They say practice makes perfect – that you must do something a thousand times before it becomes truly natural. People seem to get this idea when it comes to physical safety in schools and workplaces, where it’s perfectly normal to have regularly scheduled drills for nuclear attacks, fire, earthquakes, lockdowns and even a zombie invasion. Computer security events are arguably much more common occurrences – most of us have probably seen a malicious email “in the wild” whether we were aware of it or not – and yet computer safety drills are rare.
What would a computer safety drill look like?
As computer safety drills are still just a concept, what on earth would one even entail? Consider the following text from a fire-safety manual:
“The primary reason for conducting office-building fire drills is to educate building occupants about the procedures to follow in the event of a fire. These drills provide an opportunity for occupants to locate and use primary and alternative exit routes, and to familiarize themselves with any alarm system components found on their floor such as manual pull boxes and warden phones. Fire drills are the time to not only prepare for fire, but to enable employees to be better able to handle the many other non-fire situations they may encounter.”
With this in mind, what events could you practice to better prepare for a computer security emergency? The first thing that comes to my mind would be a breach drill and the variety of questions that must be answered in this emergency situation:
- What are the proper procedures that need to be followed in order to respond thoroughly and promptly in the event of a breach?
- What are the most important components of your breach response?
- Do you have primary and alternative contacts or processes?
- Do you have a template or other prepared text to notify affected parties?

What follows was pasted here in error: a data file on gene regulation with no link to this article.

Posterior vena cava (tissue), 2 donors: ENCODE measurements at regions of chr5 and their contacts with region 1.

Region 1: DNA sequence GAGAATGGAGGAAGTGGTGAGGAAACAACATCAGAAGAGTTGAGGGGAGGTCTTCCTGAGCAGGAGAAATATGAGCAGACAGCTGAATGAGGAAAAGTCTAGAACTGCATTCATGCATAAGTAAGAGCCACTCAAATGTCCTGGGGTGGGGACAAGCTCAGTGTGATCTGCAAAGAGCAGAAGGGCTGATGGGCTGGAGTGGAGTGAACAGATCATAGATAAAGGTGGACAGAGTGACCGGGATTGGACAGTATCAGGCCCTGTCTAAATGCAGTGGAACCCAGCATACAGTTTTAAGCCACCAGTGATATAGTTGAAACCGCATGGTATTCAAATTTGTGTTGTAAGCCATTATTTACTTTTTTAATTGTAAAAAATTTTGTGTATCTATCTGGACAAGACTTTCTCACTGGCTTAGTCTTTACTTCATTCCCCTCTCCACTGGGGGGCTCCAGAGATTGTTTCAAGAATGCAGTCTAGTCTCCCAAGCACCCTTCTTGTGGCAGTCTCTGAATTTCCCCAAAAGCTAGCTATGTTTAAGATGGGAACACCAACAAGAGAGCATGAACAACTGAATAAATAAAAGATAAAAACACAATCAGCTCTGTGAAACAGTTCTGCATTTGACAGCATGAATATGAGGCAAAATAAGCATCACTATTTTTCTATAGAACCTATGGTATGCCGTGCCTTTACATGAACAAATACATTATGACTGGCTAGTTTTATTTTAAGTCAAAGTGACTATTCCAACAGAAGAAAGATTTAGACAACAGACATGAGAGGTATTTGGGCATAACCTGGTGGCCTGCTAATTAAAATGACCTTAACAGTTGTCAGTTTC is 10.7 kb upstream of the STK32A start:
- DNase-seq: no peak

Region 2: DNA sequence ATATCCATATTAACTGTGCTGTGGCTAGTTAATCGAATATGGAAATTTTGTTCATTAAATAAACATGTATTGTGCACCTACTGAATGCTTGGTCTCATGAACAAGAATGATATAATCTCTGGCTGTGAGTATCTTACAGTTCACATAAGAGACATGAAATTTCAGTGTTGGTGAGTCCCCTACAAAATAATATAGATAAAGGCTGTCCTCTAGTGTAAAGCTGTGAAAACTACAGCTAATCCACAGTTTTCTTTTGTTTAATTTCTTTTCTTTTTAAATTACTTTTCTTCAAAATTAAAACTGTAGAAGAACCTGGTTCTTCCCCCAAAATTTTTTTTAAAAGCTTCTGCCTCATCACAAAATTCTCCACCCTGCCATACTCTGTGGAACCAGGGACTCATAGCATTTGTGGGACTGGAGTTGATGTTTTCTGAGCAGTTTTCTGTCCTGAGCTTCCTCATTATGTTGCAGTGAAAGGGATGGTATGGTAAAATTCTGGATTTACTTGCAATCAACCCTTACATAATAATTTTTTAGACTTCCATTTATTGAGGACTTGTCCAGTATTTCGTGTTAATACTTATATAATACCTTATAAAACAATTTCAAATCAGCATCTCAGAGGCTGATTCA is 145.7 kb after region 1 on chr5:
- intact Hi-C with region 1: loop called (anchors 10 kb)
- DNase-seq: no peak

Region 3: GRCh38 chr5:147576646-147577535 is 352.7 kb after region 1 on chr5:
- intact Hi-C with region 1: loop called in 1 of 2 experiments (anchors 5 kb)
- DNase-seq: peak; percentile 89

Prepare for all scenarios
Similarly, you should also have drills to prepare for malware, natural disaster, or power grid events taking out computer systems:
- Are there certain people who need to be notified first, or who need more detailed information?
- What systems should be put into action in case your computers aren’t operational? (For instance, how will you process customer payments or handle employee scheduling and payroll?)
Consider how much time could be saved in those instances if employees didn’t have to scramble to find and remember how to use unfamiliar, and potentially ancient, procedures. Having been part of a malware emergency response group, I can imagine how much less exhausting outbreaks would have been if we’d been able to practice the necessary steps first, and repeat them until they became comfortable.
Drills could also be useful in instances where you need vigilant employee actions less urgently, but where the right course of action may be less than intuitive:
- What do you do if you receive an email or phone call that you suspect is trying to socially engineer you into revealing sensitive information?
- What do you do if you find a thumb drive or other removable media unattended?
- What do you do if you realize you’ve lost a device or drive with work-related data on it?
- Who can you contact to verify or report the contents of a suspicious message?
Practice makes perfect
Safety drills are an effective way to prepare people to perform prescribed actions in instances where they might be too panicked or anxious to think rationally. Making it through a breach or a computer outage certainly involves less threat to life and limb, but it can be seriously stressful in its own way.
Tactics like social engineering are often designed to frighten people into revealing important data; if employees have practiced the appropriate actions regularly, they will take correct action faster and more efficiently – mitigating the effects of a breach before it gets out of hand.
This article is published as part of the IDG Contributor Network. Want to Join?